25 JUDGE AGIUS: And the second segment?

Page 12676

1 THE WITNESS: [Interpretation] And the second one, that's the

2 infantry part, went Zvornik, Bratunac, Bjelovac, Skelani, Zeleni Jadar.


4 Q. I'm going to ask that you be provided with some pens now so you

5 can mark on this map where the units moved to. We know that you began in

6 Zvornik and you're not going to be able to show us that because it's too

7 far north on the map so perhaps you can take the route from Bratunac,

8 please, firstly of the mechanised unit, and then secondly of the infantry

9 unit, and perhaps you could be -- mark those in two different colours. So

10 firstly could you mark on the map the route that was taken by the

11 mechanised unit?

12 JUDGE AGIUS: I think we can even zoom in. It would allow him to

13 do that better.

14 MR. HAYNES: By all means, let's have a look. Can we zoom in one

15 more time and see whether we can keep all of the relevant portions on the

16 map? Now, can we go up a little bit? Yes. That might just do. Thank

17 you.

18 THE WITNESS: [Interpretation] Armoured mechanised company,

19 Bratunac, Bjelovac, Sase, Pribicevac.

20 Q. And before you move on to the infantry brigade, did the armoured

21 mechanised units reach Pribicevac on the first day of march or did it take

22 more than one day to get there?

23 A. It arrived the same day, in the afternoon.

24 Q. Thank you very much. Now, perhaps in blue you could mark the

25 movement of the infantry unit.

Page 12677

1 A. [Marks] We need to move the map to the right so that I can find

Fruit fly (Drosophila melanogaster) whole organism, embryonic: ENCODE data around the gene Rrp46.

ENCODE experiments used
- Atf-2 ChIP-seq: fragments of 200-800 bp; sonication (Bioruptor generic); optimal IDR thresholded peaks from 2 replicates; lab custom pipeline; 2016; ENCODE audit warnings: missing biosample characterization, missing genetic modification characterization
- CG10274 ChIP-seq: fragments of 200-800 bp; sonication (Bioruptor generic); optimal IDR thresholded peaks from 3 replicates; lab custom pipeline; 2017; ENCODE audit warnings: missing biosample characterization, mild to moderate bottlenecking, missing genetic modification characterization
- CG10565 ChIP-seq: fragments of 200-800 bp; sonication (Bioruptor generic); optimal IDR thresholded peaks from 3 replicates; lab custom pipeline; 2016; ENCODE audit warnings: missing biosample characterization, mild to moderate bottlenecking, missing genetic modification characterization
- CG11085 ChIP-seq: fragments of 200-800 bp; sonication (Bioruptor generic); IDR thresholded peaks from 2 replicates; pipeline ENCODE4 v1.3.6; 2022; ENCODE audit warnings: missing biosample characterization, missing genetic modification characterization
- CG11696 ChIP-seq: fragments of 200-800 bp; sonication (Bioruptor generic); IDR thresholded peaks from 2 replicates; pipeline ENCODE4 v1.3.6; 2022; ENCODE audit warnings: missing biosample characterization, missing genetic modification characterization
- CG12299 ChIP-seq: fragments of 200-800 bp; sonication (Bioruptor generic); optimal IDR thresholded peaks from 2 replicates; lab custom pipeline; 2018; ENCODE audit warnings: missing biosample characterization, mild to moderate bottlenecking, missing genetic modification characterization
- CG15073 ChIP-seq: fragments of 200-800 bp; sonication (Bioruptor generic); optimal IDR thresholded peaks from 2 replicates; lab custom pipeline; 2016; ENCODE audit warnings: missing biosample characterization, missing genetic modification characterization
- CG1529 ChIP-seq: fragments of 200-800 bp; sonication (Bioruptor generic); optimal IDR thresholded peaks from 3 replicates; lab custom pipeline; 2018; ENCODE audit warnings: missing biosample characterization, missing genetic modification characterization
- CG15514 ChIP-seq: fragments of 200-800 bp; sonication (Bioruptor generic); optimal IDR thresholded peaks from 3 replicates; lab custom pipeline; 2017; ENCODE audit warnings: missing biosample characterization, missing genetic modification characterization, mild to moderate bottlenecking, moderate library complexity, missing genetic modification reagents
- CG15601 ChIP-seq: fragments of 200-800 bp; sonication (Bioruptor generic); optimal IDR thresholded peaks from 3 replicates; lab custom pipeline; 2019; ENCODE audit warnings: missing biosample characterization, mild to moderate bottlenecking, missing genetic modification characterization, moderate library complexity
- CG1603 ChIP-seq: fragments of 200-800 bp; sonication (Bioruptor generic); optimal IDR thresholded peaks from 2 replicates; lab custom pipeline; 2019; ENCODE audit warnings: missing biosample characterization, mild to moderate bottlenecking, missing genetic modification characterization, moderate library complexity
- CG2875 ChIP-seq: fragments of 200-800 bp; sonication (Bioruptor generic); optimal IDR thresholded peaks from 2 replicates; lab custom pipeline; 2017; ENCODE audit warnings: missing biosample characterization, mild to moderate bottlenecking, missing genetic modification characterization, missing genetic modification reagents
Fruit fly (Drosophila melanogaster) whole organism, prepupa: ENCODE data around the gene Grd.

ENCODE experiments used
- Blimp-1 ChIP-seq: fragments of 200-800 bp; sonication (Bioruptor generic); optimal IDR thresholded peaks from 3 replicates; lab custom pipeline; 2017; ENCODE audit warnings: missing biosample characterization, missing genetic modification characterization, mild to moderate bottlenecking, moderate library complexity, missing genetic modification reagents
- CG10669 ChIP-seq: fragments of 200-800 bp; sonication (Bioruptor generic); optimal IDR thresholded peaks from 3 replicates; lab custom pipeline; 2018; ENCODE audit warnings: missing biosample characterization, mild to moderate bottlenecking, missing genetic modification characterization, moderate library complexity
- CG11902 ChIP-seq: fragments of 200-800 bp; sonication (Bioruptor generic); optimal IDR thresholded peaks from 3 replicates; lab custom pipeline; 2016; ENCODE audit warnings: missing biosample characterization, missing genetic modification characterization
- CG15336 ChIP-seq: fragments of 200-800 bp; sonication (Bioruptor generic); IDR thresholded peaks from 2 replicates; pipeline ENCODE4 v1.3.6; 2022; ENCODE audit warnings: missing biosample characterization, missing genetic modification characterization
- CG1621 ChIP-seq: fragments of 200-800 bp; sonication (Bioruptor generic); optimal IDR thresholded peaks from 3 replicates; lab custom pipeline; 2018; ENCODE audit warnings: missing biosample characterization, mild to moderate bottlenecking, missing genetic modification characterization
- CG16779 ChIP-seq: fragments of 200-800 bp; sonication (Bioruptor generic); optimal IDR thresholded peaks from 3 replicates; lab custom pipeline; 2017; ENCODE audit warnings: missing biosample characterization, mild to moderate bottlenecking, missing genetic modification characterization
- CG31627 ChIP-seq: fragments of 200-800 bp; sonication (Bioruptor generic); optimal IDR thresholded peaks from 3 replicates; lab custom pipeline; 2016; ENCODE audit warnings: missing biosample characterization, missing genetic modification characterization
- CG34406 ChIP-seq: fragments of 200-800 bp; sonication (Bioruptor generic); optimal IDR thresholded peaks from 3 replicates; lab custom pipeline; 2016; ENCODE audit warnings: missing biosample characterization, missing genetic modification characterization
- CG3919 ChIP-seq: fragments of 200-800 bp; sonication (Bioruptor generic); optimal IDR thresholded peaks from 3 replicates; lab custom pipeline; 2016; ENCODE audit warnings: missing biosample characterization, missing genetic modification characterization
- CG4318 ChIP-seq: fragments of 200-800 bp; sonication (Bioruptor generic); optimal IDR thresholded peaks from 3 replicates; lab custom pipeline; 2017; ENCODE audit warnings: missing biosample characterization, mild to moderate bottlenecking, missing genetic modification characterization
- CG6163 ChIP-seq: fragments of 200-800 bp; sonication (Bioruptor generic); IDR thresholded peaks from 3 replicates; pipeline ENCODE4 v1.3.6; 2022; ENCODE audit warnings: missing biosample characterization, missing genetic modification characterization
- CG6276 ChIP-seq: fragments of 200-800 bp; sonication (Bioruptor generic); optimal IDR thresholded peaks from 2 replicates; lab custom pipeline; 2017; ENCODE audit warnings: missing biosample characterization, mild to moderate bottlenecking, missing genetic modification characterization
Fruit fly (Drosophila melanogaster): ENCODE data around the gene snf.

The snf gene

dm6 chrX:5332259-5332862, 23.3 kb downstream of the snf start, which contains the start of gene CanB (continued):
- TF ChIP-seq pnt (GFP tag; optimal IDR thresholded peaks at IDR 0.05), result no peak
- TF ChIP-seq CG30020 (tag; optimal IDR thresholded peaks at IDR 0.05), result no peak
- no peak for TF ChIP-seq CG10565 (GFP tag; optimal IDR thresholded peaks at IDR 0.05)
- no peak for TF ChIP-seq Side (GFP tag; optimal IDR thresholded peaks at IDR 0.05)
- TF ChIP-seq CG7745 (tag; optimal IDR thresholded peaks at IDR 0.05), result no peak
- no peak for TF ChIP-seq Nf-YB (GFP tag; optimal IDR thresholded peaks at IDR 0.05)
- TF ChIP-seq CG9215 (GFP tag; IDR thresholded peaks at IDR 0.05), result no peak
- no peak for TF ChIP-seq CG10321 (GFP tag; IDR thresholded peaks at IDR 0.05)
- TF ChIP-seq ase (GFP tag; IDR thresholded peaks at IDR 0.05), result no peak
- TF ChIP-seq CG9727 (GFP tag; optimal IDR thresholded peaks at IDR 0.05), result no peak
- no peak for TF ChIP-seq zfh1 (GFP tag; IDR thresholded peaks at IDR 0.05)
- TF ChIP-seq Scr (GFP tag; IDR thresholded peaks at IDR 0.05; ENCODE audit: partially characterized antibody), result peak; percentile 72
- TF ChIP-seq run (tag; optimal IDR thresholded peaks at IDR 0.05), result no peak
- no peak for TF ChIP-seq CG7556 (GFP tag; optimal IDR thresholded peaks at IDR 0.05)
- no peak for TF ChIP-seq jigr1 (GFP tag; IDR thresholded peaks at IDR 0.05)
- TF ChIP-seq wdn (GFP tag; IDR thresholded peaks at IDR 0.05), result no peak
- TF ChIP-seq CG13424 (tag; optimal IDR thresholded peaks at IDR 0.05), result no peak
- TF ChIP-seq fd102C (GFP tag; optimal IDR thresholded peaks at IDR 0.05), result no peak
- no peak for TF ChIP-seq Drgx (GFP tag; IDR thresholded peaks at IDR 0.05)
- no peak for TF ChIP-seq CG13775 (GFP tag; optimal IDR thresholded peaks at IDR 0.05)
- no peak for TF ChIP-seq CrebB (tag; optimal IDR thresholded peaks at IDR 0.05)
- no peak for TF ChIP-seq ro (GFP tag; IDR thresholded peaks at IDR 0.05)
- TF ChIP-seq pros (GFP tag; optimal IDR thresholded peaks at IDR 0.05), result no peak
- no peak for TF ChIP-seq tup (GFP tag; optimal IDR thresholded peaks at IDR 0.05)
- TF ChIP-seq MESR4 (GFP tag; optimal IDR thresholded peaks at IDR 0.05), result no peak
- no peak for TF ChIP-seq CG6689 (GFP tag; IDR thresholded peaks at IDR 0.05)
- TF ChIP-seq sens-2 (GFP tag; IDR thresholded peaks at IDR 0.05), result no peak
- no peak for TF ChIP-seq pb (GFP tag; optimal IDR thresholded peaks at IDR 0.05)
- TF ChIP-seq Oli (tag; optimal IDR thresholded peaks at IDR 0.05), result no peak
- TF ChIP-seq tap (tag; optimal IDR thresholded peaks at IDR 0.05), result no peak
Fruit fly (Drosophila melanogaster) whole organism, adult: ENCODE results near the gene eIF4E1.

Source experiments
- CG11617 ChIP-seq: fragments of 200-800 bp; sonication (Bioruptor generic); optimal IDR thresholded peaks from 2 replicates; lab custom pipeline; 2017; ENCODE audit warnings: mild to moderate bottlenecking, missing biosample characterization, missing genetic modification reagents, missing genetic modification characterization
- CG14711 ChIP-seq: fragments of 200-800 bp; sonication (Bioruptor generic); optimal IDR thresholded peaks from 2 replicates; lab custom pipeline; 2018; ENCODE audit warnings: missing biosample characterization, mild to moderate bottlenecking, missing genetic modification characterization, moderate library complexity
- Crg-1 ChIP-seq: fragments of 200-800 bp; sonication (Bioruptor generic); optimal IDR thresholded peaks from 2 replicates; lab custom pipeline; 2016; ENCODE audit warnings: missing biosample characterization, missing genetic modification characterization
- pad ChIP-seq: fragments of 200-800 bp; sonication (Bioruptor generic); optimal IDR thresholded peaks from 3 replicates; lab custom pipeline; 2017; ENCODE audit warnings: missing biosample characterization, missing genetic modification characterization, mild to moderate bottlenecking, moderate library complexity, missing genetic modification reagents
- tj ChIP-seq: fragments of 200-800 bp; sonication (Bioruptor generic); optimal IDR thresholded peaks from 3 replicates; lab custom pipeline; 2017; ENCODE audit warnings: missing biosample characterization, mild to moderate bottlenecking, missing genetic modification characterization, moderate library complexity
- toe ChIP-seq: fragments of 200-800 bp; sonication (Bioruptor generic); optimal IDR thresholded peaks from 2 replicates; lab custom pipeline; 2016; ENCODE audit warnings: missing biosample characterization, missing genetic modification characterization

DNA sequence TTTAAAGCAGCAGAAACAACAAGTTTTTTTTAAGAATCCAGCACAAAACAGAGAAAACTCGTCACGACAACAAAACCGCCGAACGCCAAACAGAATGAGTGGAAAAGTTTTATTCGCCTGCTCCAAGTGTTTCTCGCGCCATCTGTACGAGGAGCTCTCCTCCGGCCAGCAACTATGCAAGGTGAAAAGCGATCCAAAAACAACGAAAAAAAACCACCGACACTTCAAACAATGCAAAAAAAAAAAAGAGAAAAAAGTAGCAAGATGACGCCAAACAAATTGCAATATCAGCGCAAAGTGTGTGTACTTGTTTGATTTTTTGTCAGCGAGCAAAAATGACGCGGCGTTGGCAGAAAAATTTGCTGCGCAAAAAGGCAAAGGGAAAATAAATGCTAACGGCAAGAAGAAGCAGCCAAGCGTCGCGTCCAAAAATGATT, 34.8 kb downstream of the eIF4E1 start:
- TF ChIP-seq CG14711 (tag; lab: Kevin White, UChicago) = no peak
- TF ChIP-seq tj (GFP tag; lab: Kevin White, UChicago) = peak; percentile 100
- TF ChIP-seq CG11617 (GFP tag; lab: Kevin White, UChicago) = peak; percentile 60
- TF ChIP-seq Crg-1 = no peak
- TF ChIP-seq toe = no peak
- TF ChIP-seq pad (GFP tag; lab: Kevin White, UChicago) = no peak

2 Skelani. Skelani is not visible in this section.

3 Q. Well, what we are going to have to do then is you're going to have

4 to erase all the marks you've made and then we are going to have to move

5 the map because we can't move it once you've marked it.

6 JUDGE AGIUS: What I suggest something. We can ignore this map

7 completely, bring up again -- forget about this. Bring up the same map

8 once more, with -- bring up the same mark, same zoom, zooming level, but

9 move it a little bit to the right. And then he can repeat the markings.

10 THE WITNESS: [Interpretation] You can zoom out and I will mark.

11 JUDGE AGIUS: You have to go up a little bit.

12 MR. HAYNES: Just a little up. Perfect.

13 THE WITNESS: [Interpretation] May I draw that?

14 JUDGE AGIUS: Yes, go ahead, please, thank you, Mr. Dragutinovic.

15 THE WITNESS: [Marks]

16 MR. HAYNES: Thank you.

17 Q. That's very well drawn if I may say so. Would you put next to the

18 red line, AU or AMU, armoured mechanised unit?

19 A. [Marks] I need red.

20 Q. And next to the blue line, can you put IU for infantry unit?

21 A. [Marks]

22 Q. And would you at the finishing positions of those marches just

23 perhaps put an X or a dot? One in red, one in blue, preferably?

24 A. [Marks]

25 Q. Thank you. And those Xs represent the positions that each of

Page 12678

1 those units had reached by, as it were, the end of the march on the 4th of

2 July; is that right?

3 A. This red line depicts the movement of the armoured mechanised

4 company on the same day and the blue line shows the total route covered by

5 the infantry component that started on the 4th and arrived at the

6 destination on the 5th. It spent the night in the area of Jezero, that I

7 can mark.

8 Q. Thank you very much.

9 A. But I don't quite see --

10 Q. Well, if it's not on the map, mark the position to the best of